The Labour movement in Britain has been constantly in the news these past few weeks due to the continued wrangling between the Labour Party and the unions. But when we talk of the party and the unions we’re often using shorthand for a complex set of organisations that are linked and interlinked. At the micro level we are talking about individuals – over 6.5 million of them – and at a macro level we are talking about relations between large bureaucratic entities that take a considerable head of steam to manoeuvre. Here are the main players and how they link together.
The Labour Party was formed by the unions a century ago but now finds itself in the position of being a major political party in a neoliberal world. The leadership relies on the unions for finance but not policy. They rely on the labour movement for the core vote but due to the peculiarities of the British electoral system – not to mention the constrains of the neoliberal paradigm still playing out strongly – they will need the support of a wide section of the UK population to get elected into office. They also look towards the backing of big business that they enjoyed during the new Labour years. This balancing act will carry on long after the current conference season.
There is no such thing as “the unions”. They work independently and rarely speak with one voice. When they do it is through the TUC. The current General Secretary, Frances O’Grady is highly regarded within the major sections of the movement and seems to already be taking a tougher stance than her predecessor.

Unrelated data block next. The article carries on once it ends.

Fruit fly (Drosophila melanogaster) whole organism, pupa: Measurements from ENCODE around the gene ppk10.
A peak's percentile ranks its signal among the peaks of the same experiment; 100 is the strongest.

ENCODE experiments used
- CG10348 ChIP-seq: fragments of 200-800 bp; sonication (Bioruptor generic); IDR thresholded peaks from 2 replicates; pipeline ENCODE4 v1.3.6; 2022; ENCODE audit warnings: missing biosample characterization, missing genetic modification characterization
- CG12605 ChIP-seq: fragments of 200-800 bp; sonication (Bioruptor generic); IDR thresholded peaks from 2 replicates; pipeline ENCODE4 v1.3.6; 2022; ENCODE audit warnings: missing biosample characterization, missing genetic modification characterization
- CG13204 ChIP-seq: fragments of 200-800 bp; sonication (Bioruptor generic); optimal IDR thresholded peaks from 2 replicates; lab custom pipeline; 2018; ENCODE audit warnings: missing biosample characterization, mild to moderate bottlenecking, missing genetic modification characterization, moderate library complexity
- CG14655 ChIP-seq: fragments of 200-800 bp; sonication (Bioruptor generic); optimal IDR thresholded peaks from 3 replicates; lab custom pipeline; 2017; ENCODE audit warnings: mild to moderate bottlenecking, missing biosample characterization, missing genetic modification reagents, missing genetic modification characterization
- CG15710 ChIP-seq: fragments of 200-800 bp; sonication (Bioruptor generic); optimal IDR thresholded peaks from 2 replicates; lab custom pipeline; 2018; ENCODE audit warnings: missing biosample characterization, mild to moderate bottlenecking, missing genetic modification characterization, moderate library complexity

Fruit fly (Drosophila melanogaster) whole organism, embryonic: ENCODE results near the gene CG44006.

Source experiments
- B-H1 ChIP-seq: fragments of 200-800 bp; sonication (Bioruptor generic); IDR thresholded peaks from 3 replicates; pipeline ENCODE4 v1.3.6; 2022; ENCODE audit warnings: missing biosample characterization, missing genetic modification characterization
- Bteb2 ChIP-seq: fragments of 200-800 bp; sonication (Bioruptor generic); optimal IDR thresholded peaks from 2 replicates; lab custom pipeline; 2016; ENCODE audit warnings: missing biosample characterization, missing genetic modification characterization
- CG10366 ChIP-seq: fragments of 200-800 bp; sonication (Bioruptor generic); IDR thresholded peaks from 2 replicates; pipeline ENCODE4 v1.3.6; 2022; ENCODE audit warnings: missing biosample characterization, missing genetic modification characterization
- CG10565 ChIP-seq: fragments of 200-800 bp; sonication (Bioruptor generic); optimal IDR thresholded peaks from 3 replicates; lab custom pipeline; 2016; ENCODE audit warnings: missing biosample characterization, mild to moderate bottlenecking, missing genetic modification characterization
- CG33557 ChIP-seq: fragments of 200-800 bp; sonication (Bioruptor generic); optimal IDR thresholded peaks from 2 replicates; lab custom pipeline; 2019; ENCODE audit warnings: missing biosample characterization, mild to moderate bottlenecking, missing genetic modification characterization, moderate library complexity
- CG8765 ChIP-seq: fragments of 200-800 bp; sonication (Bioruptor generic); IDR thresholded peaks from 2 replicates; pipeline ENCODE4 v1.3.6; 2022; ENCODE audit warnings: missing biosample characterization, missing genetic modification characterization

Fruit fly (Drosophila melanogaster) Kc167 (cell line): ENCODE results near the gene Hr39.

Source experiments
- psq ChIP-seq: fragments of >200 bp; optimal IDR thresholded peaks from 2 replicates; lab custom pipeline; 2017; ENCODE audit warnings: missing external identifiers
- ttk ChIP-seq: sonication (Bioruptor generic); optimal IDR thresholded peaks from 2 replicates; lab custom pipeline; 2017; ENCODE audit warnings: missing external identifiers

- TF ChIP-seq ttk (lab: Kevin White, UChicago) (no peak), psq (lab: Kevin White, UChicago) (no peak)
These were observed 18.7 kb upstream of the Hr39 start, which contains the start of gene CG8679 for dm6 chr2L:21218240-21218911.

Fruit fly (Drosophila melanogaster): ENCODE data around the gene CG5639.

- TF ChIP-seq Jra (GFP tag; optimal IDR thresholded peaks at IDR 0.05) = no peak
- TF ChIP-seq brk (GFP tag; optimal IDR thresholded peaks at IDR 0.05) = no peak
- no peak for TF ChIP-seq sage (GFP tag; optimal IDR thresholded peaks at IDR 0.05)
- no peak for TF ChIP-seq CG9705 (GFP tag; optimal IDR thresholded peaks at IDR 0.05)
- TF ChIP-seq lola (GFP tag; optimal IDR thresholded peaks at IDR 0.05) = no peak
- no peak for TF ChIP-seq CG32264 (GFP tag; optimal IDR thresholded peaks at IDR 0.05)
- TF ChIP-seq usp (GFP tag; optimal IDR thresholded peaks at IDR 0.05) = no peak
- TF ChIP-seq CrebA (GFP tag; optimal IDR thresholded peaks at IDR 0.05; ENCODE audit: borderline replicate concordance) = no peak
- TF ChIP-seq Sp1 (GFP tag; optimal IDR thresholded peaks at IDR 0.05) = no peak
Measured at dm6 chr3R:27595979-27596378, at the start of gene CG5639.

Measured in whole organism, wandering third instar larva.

Not all the unions in the TUC are affiliated to the Labour Party. Those that are – such as the GMB, UNISON and UNITE – provide a vast amount of money to the party, albeit a diminishing one in the case of the GMB. Many activists in these unions, whilst generally loyal to the party, can’t understand why they get so little out of it. The Tories present the relationship as one where the unions control Labour policy, the activists and the leadership of the unions bemoan the fact that those days are long gone.
There are some key non-affiliated unions within the TUC such as the PCS and the RMT. These unions punch above their weight in the movement because they have taken militant action to protect their members’ interests. They also have charismatic leaders the envy of some of the other unions. More than anything else they show union activists and their leaders what might be possible if their organisations become less fettered by the Labour Party. There is no doubt that many of the affiliated unions have been focused on securing a Labour victory in 2015. If Labour doesn’t want them they may also look towards a more militant style of trade unionism. Why should they tread on eggshells any longer?
The TUC isn’t the only trade union umbrella organisation in the UK. There is also the General Federation of Trade Unions which is smaller and tends to consist of organisations that the TUC won’t touch for one reason or another. This just adds to the complicated position of talking about “the unions”.